Companies should have policies in place to establish clear definitions of bullying and consequences for engaging in it.
Credit: Bully image via Shutterstock
It's rare to find a school that doesn't have an anti-bullying policy nowadays. The modern workplace, on the other hand, hasn't seemed to follow suit. While most companies have some sort of system to deal with sexual harassment, very few actually have a clearly defined policy for reporting and dealing with bullying.
"Bullying in the workplace is something that's often overlooked," said Jennette Pokorny, COO of human resources service provider EverNext HR. "People should come to work and feel safe. You don't want to allow something minor to escalate."
Pokorny defines bullying as any words or actions that aren't sexual in nature (which would be covered by sexual harassment), but still make an employee feel uncomfortable, threatened or intimidated. Common examples include threats of violence or blackmail, hazing of new employees or spreading rumors about co-workers.
These types of actions occur in many workplaces, but often go unaddressed because leaders take a hands-off approach to interpersonal relationships among their employees. Some bosses feel that employees should work out their issues with one another on their own time, since they are adults, but Pokorny said this can be a dangerous attitude. [Why You Should Confront Your Abusive Boss]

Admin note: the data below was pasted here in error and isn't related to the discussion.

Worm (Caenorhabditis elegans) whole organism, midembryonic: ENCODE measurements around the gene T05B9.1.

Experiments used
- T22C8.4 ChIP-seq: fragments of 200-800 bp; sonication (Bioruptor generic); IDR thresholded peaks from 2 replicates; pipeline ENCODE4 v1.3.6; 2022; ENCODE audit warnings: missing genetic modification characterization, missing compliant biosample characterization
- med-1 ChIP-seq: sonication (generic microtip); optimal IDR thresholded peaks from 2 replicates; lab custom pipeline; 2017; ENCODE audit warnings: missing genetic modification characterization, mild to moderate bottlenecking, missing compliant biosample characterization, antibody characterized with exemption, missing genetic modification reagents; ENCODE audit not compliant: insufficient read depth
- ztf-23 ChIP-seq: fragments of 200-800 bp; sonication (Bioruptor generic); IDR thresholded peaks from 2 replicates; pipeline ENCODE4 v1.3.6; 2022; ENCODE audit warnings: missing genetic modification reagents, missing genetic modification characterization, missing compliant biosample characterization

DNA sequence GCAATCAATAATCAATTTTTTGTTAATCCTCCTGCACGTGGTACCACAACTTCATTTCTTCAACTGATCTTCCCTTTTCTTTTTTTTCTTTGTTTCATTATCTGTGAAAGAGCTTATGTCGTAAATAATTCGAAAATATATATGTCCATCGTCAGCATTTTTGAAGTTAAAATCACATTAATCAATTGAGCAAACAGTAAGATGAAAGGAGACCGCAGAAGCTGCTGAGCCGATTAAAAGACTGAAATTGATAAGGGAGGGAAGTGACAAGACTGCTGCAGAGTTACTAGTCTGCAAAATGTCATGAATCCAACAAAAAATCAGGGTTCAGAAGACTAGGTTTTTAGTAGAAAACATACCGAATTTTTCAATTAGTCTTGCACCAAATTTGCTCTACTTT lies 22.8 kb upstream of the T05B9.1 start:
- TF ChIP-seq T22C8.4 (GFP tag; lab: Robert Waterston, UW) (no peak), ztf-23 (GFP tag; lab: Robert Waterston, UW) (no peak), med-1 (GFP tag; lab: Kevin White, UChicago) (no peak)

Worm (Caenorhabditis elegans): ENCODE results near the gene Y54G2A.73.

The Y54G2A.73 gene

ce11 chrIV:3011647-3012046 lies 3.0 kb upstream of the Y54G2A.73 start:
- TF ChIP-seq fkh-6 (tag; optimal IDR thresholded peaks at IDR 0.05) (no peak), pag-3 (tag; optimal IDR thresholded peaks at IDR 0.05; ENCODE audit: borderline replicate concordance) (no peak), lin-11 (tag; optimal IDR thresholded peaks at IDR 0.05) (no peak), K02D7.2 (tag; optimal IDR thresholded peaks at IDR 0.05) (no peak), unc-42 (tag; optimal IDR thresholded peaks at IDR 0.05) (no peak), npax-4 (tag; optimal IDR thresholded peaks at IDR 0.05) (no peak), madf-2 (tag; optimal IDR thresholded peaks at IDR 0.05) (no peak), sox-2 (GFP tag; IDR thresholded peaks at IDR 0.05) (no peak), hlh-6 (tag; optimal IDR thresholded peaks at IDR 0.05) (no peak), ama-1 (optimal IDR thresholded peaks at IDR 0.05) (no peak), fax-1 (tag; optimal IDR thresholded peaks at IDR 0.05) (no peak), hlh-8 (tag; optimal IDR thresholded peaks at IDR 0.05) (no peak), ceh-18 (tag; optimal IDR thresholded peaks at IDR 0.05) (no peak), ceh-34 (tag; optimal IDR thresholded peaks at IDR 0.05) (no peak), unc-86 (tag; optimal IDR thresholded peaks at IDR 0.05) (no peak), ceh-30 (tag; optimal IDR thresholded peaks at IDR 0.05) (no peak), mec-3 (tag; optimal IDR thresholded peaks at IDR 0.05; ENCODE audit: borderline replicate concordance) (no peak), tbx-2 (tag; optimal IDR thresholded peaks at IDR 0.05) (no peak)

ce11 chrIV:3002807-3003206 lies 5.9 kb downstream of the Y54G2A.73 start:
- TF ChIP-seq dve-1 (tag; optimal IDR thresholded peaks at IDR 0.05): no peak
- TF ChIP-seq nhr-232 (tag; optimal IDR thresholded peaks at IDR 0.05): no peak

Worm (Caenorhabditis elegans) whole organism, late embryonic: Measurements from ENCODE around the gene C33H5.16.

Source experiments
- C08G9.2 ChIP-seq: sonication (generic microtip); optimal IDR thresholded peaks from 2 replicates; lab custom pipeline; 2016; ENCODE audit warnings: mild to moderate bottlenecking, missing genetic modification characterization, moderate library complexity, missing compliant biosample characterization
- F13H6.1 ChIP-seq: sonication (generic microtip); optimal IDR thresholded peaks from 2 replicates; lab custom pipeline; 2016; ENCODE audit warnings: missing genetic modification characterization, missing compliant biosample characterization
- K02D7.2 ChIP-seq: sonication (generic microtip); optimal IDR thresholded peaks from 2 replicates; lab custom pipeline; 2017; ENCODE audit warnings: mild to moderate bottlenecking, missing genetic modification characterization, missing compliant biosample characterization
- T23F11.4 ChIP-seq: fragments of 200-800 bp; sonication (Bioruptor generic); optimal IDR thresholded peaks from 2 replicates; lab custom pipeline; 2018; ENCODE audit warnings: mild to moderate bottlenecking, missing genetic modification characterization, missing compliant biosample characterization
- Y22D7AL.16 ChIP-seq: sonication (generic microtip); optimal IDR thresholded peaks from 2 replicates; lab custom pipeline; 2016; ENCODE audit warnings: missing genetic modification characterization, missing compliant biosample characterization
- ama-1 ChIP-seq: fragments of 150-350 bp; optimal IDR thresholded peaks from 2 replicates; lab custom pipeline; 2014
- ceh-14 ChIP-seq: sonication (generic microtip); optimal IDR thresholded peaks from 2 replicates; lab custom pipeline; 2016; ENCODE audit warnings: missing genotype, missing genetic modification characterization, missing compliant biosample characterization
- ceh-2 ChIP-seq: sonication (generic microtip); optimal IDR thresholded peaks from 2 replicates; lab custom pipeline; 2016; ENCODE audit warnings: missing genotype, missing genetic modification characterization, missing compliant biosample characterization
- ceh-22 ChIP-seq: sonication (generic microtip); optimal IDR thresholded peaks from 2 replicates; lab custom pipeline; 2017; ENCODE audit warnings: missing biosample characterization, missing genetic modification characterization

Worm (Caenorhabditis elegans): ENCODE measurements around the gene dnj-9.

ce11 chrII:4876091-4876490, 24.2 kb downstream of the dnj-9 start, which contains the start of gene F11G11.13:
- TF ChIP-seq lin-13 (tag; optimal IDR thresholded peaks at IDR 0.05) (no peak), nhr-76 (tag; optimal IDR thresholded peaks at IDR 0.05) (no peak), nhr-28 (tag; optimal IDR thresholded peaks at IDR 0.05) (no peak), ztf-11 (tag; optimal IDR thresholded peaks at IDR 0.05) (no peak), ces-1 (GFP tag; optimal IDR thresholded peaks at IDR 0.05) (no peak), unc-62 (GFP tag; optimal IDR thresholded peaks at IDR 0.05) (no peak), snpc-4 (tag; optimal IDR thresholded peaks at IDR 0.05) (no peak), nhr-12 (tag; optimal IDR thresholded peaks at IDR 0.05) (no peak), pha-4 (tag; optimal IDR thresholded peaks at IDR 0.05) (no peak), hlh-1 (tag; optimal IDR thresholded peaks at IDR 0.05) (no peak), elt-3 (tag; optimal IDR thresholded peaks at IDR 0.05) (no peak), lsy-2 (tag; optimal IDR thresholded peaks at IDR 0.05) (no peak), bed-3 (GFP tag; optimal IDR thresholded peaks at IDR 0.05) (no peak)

"It's just as important to protect your workers from bullying as it is to protect them from slip-and-fall accidents," she told Business News Daily. "Any time you have someone who feels it's okay to bully, you open the door for liability for your company. If an accused bully ever follows through on threats at work, the victim can sue. A leader needs to step in and intervene, because bullying can really destroy a workplace."
Even if no lawsuits are filed, turning a blind eye to workplace bullying can have other negative repercussions that only make the problem worse.
"We've seen cases of workplace violence where people come back and retaliate because they were bullied or hazed," Pokorny said.
If your company doesn't have a strategy in place to deal with bullying, now is the time to implement one. Pokorny offered three tips to help you shape your workplace bullying policy:
Clearly define bullying and its consequences. It's not enough to tell employees that your company will not tolerate bullying. Your employee handbook should also include a detailed list of what actions constitute bullying in your workplace — threats, blackmail, violence, etc. — and what disciplinary actions will be taken if bullying occurs.
Get everything in writing. Investigate a bullying claim the same way you would investigate a claim of sexual harassment. Request written statements from both the victim and the accused bully, as well as any witnesses. If the claim turns out to be true and it's serious enough to suspend or fire the bully, written documentation about the event can protect your company from liability or wrongful termination charges down the road.
- Encourage immediate reporting. Make sure your employees know who they can approach to report a case of bullying, and encourage workers to speak up as soon as possible after an incident.
Originally published on Business News Daily.